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  1. #1
    Join Date
    Jun 2006
    Posts
    4
    I would be very pleased if I could know, within the field of electrical fires, what would be your choice of location for your "perfect" fireplace for your home as a regular user:

    - Fireplace in internal corner
    - Inset fireplace
    - Hole-in-the wall fireplace
    - Other, which one?

    I am currently designing a new fireplace for my final project of a master course, and it is my first task investigate on current tastes of fireplaces.

    Thanks for your time


  2. #2
    Join Date
    Jun 2006
    Posts
    8
    So I will give a guess

    Do you want an electric fireplace?

    What is the purpose of the fireplace do add warmth to the room? To fix an area that does not have enough heat, strictly for aesthetics. secondary heat source?

    What is the purpose of the fireplace

  3. #3
    Join Date
    Jun 2006
    Posts
    4
    The purpose could be to provide warmth to the room (through electric supply) but it is strictly for aesthetics. From the aesthetic point of view, which is the place where you would locate your fireplace.

    In fact, I just have created a survey that could be easier to understand (and a little bit extended). If some of you have some minutes to spend on it, I will be very grateful.


    It is the link to it:
    http://FreeOnlineSurveys.com/renders...isz1wcb7200413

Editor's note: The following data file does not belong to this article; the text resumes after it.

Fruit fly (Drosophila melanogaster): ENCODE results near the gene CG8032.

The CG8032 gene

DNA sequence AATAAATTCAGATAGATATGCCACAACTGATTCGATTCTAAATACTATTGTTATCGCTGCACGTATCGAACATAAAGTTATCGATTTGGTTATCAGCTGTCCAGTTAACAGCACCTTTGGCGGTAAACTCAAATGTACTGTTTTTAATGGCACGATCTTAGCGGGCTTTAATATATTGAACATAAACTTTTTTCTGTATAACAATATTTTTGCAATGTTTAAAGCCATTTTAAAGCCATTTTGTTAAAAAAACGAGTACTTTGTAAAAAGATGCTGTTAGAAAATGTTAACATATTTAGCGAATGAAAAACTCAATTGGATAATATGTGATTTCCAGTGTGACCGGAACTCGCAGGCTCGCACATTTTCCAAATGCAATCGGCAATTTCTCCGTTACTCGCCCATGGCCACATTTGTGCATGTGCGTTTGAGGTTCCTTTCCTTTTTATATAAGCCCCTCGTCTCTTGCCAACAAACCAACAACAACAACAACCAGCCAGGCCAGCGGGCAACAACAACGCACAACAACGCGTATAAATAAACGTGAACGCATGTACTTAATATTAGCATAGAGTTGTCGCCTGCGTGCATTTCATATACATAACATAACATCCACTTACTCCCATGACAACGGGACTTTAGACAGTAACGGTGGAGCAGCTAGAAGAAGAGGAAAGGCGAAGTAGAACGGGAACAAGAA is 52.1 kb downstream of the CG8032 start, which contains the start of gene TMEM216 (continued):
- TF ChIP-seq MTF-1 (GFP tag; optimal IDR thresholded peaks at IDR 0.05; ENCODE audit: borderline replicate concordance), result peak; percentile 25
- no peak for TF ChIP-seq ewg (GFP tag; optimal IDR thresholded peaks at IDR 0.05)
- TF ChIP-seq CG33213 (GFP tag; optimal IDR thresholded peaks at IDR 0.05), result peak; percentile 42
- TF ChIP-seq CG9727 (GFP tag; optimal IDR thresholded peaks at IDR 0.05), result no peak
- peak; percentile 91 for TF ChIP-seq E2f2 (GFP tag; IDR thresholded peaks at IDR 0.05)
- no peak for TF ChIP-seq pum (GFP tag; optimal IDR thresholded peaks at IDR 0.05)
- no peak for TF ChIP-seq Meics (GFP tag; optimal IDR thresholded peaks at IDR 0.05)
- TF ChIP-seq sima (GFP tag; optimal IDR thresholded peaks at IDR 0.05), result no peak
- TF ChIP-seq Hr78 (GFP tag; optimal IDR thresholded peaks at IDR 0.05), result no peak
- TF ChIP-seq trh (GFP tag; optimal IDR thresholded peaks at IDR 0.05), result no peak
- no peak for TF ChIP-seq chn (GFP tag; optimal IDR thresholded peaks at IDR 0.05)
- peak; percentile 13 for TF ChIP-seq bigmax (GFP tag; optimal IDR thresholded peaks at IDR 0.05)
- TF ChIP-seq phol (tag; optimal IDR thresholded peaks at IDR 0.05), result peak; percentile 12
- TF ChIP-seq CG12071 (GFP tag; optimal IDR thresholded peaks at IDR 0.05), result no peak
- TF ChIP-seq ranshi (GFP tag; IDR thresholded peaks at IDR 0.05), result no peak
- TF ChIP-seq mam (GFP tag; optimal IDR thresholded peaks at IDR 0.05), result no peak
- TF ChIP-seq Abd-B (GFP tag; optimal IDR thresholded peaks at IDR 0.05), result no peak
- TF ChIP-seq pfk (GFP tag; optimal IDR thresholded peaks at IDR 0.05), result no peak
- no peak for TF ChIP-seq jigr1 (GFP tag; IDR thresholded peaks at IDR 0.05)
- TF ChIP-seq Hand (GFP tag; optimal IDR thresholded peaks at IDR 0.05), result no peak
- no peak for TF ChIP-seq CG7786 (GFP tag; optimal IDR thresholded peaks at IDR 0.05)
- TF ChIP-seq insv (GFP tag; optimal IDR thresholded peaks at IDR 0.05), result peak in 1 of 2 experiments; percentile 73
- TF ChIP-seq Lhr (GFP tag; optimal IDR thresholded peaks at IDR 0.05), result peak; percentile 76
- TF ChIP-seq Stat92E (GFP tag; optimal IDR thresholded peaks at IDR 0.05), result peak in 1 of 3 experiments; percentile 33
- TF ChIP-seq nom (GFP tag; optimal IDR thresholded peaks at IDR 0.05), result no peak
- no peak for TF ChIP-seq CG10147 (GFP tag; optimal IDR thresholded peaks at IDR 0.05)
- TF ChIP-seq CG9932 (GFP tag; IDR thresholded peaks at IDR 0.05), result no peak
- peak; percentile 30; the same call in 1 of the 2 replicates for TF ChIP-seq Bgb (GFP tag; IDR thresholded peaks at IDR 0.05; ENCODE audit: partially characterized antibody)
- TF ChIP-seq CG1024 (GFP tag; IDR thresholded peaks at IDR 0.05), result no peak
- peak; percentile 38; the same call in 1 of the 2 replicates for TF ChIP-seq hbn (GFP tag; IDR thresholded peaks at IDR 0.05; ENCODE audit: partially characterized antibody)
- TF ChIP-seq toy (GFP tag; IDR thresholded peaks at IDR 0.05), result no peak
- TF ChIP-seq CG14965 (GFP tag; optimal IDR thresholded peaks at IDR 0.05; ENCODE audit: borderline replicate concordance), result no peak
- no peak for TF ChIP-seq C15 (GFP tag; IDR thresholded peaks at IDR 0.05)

Cheers


  4. #4
    Join Date
    Aug 2004
    Location
    S.E. Pa
    Posts
    6,275

    Talking clarify terminology

    Nobody here wants electrical fires.

    If you want an electric fireplace, I suggest you surf the web( http://www.fireplaces.com ), do a little research, then go to your local hearth shop.
    As for Fp location, of course, it depends on the room. A Fp is the focal point of a room. It can make a statement about the owner's prosperity, tastes, hobbies, etc.

    Functionally, corners are goods for several reasons: what else are you going to put into a corner--some expensive goofy table? You can see the Fp from almost anywhere in the room. The Fp and better heat a room from a corner in most cases. Raising it on a platform makes it more visible but takes away space above that could house a TV for example.

    The electric Fps available have come a long way. You can get optional heat out of them as well. Plan on connecting it to a dedicated circuit that is well grounded (spelled licensed electrician).

    HTH

  5. #5
    Join Date
    Jun 2006
    Posts
    4
    Thanks for your suggestions

  6. #6

    Fireplace location

    Nothing says cozy like cuddling up in front of a roaring fireplace. As consumers, when we think of fireplaces, we sometimes tend to include marshmallows, a big fuzzy blanket, and maybe even champagne-- if the law permits itwith the persona of what a fireplace is.


    But in actuality, for most homeowners, having a fireplace will eventually become more than just a way to set a romantic moment. For those who have spent time as fireplace owners, they already know what the rest of the fireplace world is slowly learning: that having a fireplace in your home can be more than just for romance and relaxing evenings.


    With prices for energy constantly on the rise these days, many consumers are turning to fireplaces and their many variations as sources of inexpensive heat during the winter months. But ask any expert and they will tell you that plopping a fireplace in your living room is not the best way to save on energy with your heat bill. Instead, consumers should do extensive research on the types of fireplaces available and the best places in the home to put them.